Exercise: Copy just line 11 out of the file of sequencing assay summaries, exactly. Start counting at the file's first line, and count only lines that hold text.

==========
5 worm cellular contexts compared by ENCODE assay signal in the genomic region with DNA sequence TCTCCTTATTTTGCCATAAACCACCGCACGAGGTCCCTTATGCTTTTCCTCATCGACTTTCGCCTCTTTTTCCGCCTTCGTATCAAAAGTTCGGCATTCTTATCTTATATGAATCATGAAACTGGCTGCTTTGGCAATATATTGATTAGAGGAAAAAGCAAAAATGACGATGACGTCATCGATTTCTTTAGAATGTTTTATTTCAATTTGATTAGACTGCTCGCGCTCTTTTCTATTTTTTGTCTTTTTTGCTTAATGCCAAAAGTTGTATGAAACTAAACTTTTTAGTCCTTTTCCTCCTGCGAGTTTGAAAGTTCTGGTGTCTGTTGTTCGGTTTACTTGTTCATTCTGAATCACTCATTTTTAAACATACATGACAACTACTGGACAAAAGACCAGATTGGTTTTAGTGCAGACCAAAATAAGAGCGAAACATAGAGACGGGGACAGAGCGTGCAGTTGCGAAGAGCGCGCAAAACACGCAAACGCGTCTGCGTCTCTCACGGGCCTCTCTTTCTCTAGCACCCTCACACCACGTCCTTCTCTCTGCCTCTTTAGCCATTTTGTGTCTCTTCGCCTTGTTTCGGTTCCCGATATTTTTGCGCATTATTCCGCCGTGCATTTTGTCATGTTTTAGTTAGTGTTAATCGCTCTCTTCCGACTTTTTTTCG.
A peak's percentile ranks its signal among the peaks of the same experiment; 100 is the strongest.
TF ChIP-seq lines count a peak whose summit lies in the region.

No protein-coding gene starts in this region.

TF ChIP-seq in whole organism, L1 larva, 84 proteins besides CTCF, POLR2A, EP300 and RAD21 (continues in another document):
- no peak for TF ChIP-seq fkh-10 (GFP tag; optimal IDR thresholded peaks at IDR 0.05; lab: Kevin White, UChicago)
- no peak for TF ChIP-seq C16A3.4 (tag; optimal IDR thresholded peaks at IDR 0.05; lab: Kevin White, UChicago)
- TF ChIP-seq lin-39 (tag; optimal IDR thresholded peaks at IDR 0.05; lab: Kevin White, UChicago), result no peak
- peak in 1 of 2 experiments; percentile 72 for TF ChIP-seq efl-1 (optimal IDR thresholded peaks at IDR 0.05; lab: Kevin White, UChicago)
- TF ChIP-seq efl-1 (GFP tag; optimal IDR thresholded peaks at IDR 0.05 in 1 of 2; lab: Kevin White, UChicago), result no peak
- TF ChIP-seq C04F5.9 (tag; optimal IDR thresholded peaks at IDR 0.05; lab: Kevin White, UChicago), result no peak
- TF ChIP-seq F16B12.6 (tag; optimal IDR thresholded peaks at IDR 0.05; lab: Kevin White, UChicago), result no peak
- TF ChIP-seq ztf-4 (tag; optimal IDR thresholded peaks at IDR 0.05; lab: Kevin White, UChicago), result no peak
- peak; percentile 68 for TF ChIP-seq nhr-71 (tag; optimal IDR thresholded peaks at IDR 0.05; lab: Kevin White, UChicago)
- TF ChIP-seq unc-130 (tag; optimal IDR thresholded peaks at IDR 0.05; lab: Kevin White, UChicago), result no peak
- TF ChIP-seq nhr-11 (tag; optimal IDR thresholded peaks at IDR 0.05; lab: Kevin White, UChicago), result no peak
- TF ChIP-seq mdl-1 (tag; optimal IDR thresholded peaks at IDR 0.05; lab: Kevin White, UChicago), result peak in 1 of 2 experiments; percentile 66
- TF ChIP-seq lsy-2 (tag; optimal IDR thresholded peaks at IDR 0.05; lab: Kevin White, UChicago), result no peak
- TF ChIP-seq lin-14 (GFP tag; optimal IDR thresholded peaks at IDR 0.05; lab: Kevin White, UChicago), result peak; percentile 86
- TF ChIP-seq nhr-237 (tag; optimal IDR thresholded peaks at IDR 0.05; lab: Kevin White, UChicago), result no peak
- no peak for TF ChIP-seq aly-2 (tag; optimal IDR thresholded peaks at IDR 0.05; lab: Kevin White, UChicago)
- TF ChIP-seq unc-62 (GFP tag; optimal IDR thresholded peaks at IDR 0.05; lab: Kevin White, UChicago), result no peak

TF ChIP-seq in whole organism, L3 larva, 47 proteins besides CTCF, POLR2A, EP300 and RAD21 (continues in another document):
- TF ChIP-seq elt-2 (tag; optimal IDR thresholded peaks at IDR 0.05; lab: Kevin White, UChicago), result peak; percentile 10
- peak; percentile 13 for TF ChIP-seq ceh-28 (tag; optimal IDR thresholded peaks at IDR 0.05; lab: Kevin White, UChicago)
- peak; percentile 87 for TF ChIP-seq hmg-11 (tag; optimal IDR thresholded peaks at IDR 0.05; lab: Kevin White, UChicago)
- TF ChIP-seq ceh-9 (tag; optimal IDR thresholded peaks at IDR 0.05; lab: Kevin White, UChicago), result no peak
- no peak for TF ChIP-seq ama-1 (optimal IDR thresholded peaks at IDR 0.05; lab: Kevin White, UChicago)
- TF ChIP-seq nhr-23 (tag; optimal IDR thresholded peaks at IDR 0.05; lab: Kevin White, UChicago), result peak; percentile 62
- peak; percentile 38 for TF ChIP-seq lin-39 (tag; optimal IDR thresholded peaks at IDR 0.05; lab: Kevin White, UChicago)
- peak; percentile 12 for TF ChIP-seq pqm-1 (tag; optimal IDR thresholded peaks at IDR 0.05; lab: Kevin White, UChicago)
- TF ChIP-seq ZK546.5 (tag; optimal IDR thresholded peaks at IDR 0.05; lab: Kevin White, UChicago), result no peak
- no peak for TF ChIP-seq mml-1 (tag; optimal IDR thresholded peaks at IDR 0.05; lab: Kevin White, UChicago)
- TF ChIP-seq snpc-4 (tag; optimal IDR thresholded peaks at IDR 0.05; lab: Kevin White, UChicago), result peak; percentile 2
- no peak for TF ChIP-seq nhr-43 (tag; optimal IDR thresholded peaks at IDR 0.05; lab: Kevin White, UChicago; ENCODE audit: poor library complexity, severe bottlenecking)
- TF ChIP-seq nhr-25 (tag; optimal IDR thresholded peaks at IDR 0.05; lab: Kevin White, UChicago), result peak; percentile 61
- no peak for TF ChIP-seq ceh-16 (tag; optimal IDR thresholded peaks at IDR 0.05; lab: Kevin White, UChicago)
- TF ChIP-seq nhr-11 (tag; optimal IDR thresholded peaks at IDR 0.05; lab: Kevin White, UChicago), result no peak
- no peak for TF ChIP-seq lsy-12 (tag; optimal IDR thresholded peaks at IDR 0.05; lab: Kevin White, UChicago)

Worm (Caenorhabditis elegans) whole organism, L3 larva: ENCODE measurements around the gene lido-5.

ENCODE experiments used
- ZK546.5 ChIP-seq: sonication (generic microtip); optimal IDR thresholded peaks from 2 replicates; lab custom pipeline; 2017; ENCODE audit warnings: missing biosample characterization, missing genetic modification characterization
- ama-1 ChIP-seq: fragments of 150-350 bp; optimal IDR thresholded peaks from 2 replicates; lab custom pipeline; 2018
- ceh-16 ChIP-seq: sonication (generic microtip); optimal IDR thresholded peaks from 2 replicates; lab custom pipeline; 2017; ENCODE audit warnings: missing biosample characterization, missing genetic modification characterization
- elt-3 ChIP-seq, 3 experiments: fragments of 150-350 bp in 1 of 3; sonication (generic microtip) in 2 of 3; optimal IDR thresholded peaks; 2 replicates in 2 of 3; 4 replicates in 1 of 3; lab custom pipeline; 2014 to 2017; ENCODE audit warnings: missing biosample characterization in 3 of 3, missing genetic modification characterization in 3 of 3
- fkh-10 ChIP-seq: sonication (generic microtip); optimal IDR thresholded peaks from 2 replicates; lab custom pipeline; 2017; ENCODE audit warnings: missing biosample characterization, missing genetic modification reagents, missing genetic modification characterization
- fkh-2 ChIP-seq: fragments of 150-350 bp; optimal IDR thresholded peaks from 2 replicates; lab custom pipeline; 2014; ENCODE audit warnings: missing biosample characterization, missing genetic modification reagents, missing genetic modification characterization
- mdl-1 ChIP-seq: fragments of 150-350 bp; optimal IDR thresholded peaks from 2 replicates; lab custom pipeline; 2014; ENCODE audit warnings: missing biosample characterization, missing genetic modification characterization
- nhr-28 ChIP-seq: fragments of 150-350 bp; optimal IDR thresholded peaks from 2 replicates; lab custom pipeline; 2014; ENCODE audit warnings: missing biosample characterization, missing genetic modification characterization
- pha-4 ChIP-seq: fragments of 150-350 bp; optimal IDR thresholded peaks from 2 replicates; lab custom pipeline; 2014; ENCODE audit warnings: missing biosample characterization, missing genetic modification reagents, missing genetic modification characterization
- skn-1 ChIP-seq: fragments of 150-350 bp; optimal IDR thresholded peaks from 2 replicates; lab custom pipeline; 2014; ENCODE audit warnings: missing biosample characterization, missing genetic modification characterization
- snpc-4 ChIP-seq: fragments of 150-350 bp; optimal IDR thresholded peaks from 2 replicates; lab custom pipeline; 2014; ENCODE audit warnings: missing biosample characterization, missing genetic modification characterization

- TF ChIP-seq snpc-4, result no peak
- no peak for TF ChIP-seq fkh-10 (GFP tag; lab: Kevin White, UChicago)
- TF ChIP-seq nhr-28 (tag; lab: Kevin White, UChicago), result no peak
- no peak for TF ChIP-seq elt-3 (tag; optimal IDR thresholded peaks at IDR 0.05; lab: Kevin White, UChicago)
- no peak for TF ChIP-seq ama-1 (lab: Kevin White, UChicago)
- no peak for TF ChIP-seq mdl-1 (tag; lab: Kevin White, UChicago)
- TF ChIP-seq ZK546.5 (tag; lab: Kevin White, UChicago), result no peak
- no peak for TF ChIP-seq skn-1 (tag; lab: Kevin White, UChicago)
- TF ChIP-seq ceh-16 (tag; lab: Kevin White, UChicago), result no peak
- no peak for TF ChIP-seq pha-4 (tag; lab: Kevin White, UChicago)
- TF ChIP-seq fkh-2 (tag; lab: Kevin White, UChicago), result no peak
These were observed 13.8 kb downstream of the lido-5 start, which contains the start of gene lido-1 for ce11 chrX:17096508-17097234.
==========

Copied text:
- TF ChIP-seq C04F5.9 (tag; optimal IDR thresholded peaks at IDR 0.05; lab: Kevin White, UChicago), result no peak